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1. What is your business?

SEAMFI is a financial planning and coaching firm I founded. My goal is to help busy families stay on top of their finances because I believe planning for goals and living a meaningful life go hand in hand. It is so easy with little kids to put off any long term or important decisions–life is lived every moment.  I want families to be able to live life while also preparing for a comfortable and fulfilling retirement.

We know we need to prepare for our own retirement. But when there are so many things that require our attention, it is so easy to think, “I don’t have time for that.” My goal is to help solve a stressful element in people’s lives so they could focus on things that bring them joy.

In many cases, people seeking help from financial planners usually believe their questions or concerns are simply  about “money”. That might be the case on the surface but what they are truly seeking at the fundamental level is usually more related to living a better quality of life, being able to feel safe and secure, and minimizing the day to day stress.

Through SEAMFI, I focus not only on the delivery of a financial plan and the step by step guidance to execute the plan, but also on money education and coaching to help clients build the right type of money habits that will serve them during their very own unique journey. We constantly encourage empowerment and action to move forward while keeping judgment and feeling of overwhelm at bay.


2. What made you decide to start your business and/or switch careers?

Before I had my son, I worked at JP Morgan in a investment-focused client advisory role. Then life happened and I became a stay at home mom. My sabbatical of staying home with my son was meant to be one year, and suddenly one year became three years. I really missed working and that’s when I thought, “I better get my resume ready before I miss the boat.”

We had just moved to a different city, and it was such a different environment, no one really knew me or my career history. So while I was trying to figure out my next step in a new environment, I kept asking myself, “How can I bring value as an employee?” After a while I realized that what I missed the most is being able to help clients. I also realized that I did not miss the many other things one may need to endure when working for a large corporation. So I started experimenting with a different question, “How would I do things differently as a small business owner?” Who would be my audience? How could I serve them in my own unique way? That’s when I realized I needed to start my own business with my own vision.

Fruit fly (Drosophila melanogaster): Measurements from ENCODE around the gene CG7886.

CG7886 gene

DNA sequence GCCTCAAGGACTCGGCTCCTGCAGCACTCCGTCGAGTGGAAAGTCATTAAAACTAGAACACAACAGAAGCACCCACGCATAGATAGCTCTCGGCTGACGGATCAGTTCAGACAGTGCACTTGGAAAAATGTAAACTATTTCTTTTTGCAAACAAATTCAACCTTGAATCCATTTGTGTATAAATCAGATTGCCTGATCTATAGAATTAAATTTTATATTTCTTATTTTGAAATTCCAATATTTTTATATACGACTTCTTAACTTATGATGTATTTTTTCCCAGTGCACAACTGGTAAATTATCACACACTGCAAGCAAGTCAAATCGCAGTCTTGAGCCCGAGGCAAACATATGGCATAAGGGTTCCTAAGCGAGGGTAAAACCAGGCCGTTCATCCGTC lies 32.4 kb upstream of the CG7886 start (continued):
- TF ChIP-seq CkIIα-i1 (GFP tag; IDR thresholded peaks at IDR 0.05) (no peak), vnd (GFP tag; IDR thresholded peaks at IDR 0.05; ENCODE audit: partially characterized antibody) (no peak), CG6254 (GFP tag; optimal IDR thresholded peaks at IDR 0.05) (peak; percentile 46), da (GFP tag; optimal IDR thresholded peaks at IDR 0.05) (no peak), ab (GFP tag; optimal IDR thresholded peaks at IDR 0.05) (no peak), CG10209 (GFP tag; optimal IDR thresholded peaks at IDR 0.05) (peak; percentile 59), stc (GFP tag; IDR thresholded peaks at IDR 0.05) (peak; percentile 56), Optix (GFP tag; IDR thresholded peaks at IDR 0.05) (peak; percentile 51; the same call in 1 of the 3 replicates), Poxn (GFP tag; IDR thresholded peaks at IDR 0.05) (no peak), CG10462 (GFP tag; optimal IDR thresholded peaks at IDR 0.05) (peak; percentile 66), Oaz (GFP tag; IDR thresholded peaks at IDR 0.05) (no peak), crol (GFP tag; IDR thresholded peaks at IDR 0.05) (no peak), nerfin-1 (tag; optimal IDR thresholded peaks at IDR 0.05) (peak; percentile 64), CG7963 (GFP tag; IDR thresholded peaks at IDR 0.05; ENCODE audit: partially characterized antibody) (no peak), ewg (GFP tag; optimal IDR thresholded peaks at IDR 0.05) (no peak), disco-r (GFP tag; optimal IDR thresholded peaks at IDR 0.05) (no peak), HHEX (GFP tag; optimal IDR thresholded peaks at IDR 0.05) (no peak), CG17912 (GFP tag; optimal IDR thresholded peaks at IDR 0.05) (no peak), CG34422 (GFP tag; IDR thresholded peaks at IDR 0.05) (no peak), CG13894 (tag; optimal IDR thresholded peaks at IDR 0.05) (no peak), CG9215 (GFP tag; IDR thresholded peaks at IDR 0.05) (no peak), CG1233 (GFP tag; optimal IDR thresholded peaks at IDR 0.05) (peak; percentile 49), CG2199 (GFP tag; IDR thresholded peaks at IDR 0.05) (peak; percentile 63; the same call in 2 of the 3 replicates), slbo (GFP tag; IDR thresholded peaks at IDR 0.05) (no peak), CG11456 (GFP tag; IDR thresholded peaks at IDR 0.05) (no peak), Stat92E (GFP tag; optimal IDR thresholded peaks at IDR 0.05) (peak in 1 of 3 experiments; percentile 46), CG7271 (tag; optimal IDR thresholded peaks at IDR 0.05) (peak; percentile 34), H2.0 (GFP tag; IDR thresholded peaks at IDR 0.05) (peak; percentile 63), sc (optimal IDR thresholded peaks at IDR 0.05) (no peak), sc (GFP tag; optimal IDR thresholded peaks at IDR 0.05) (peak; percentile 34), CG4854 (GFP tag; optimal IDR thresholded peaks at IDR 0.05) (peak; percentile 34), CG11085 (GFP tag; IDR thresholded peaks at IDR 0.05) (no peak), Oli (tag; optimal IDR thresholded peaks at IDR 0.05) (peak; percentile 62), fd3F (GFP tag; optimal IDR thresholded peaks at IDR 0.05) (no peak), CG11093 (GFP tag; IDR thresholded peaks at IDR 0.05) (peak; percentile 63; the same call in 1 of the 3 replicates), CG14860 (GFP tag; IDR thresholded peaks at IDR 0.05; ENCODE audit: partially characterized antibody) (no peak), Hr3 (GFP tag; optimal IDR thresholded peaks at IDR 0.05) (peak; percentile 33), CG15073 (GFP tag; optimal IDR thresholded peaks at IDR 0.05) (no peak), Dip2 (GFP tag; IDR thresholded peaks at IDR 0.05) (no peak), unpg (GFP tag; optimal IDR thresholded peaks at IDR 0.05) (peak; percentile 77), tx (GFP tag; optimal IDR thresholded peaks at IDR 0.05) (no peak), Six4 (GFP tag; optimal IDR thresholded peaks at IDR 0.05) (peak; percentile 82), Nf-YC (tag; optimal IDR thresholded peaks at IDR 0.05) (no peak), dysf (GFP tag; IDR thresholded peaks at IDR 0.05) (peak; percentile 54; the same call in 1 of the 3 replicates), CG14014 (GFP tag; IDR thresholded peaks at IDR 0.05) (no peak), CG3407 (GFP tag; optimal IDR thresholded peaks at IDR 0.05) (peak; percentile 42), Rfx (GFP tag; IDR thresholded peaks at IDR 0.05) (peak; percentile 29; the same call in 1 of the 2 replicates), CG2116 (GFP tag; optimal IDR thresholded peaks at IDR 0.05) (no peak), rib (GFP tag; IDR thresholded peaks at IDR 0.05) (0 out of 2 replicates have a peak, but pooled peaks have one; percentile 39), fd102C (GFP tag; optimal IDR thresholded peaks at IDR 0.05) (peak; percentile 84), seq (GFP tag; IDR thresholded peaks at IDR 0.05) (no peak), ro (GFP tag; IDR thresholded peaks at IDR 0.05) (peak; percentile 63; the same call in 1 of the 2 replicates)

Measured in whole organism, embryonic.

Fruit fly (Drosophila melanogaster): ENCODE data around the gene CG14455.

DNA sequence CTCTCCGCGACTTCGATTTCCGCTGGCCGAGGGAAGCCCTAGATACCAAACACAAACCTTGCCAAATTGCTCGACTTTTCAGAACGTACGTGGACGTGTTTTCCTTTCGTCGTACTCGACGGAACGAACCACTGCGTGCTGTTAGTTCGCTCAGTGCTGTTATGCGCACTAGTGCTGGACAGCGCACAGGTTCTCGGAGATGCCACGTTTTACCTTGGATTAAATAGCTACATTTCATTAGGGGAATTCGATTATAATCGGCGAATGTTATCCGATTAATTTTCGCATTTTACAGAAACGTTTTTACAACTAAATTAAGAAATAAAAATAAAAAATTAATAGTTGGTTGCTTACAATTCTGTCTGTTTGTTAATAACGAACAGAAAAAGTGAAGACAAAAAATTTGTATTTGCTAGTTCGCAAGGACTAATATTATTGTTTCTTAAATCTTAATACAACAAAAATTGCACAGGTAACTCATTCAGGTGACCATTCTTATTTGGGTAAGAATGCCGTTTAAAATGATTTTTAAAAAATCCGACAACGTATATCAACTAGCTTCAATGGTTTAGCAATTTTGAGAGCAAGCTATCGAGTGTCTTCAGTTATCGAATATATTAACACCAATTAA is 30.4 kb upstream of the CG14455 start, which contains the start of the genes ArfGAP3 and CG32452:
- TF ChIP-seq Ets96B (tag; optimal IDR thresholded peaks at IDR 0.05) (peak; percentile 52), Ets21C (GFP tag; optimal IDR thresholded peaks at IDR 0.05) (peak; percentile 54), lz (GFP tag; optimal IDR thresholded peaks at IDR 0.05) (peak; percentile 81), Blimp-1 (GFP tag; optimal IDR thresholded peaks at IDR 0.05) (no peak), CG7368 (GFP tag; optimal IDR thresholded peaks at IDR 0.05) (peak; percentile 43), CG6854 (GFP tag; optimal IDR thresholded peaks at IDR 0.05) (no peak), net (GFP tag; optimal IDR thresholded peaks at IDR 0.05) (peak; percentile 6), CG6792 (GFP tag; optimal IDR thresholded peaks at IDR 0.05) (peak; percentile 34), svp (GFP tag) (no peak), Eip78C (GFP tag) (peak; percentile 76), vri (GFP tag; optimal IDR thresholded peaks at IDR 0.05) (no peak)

I knew that if I wanted to branch out on my own I needed to focus on high-quality service. So I started to think about the big pain points: investments, figuring out employer benefits, cash flow management, budgeting, financial planning after death – they are all important. There really are so many pieces to the financial picture and I wanted people to see it can be done. Once you get started, there is an extreme sense of empowerment. It’s taking that first step that is the hardest.


3. Was there one moment that gave you the confidence that this was a good idea?

There was never one big moment but there were many small moments that gave me just the right amount of confidence to move forward to the next phase. One of those moments was when I started to feel okay with being vulnerable and step outside of my comfort zone.

Being away from work, at home taking care of my son, was so hard. I had never felt such a low level of confidence about my career. Every month and every year that would pass brought another year of doubt. Then, I started learning about coaching thanks to my friend who eventually became my life and career coach. I had a lot of doubts, but I realized this coaching was giving me a boost of energy. More and more, I started thinking it was possible to start my own business, and it was okay if it failed.

That was a big fear. It’s embarrassing to fail with so much wasted time and energy. There were a lot more downs than ups, but small wins gave me the energy to try something more.


4. What obstacles did you face in getting started and thinking of yourself as an expert in a new setting?

The biggest thing to overcome is self-doubt. Sometimes there is no foundation to how we are thinking and feeling but it’s there. Like when launching my website, it’s something I worked on for months, and then it’s time and it’s hard not to wonder “Is it good enough?” but you just have to let that go.